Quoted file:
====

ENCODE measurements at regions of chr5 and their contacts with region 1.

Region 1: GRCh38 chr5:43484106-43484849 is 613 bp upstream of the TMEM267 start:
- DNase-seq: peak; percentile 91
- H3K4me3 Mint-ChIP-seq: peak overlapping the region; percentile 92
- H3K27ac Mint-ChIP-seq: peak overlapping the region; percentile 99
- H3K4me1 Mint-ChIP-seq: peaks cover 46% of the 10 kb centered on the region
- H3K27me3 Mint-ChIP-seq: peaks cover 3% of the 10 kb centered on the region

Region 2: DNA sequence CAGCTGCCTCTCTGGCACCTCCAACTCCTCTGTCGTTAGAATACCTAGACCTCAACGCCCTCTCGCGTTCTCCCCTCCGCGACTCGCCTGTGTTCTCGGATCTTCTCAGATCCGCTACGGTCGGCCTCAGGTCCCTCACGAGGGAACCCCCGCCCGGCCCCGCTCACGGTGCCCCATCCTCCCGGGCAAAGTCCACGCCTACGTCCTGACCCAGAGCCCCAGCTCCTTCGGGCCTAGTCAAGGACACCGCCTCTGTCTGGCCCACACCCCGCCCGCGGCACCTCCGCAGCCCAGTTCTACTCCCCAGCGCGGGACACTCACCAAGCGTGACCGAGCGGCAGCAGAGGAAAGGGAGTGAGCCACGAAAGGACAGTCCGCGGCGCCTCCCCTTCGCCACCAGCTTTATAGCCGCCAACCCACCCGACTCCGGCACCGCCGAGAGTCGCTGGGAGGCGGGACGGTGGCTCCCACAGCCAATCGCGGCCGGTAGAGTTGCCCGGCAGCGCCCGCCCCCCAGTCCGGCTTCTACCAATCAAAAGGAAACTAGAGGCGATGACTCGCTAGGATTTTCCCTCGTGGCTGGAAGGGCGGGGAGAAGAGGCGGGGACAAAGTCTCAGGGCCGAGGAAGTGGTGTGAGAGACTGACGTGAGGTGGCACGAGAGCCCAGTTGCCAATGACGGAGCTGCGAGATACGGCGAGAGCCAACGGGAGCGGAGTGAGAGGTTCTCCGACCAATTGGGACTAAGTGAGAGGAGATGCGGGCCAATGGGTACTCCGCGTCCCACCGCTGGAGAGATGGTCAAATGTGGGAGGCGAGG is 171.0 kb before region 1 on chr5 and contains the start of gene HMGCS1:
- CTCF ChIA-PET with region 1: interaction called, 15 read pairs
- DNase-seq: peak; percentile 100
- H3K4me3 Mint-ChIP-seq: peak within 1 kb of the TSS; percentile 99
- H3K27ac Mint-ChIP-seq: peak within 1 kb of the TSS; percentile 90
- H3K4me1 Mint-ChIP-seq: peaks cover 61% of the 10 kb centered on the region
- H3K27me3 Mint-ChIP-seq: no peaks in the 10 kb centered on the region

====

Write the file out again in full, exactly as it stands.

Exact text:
ENCODE measurements at regions of chr5 and their contacts with region 1.

Region 1: GRCh38 chr5:43484106-43484849 is 613 bp upstream of the TMEM267 start:
- DNase-seq: peak; percentile 91
- H3K4me3 Mint-ChIP-seq: peak overlapping the region; percentile 92
- H3K27ac Mint-ChIP-seq: peak overlapping the region; percentile 99
- H3K4me1 Mint-ChIP-seq: peaks cover 46% of the 10 kb centered on the region
- H3K27me3 Mint-ChIP-seq: peaks cover 3% of the 10 kb centered on the region

Region 2: DNA sequence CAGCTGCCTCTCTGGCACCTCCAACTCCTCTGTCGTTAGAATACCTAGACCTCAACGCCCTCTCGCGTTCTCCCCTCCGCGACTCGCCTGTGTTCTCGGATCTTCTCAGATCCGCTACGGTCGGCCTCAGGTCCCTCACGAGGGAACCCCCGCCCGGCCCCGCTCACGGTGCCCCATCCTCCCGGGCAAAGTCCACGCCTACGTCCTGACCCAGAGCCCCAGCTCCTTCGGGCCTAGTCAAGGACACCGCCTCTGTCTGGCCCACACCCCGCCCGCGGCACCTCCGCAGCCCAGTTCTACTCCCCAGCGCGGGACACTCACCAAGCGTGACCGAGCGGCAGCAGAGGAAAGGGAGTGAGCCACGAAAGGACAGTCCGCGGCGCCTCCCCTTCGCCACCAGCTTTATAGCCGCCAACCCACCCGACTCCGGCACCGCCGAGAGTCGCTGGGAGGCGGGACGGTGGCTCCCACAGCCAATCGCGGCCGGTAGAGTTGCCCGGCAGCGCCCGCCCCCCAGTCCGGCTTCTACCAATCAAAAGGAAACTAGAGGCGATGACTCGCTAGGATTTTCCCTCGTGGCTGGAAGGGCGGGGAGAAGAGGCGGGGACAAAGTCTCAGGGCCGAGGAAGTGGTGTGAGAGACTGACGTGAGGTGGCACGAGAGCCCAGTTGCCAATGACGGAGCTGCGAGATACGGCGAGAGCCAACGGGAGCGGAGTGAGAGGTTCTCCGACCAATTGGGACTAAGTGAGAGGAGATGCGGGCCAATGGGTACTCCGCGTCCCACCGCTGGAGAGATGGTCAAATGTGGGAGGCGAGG is 171.0 kb before region 1 on chr5 and contains the start of gene HMGCS1:
- CTCF ChIA-PET with region 1: interaction called, 15 read pairs
- DNase-seq: peak; percentile 100
- H3K4me3 Mint-ChIP-seq: peak within 1 kb of the TSS; percentile 99
- H3K27ac Mint-ChIP-seq: peak within 1 kb of the TSS; percentile 90
- H3K4me1 Mint-ChIP-seq: peaks cover 61% of the 10 kb centered on the region
- H3K27me3 Mint-ChIP-seq: no peaks in the 10 kb centered on the region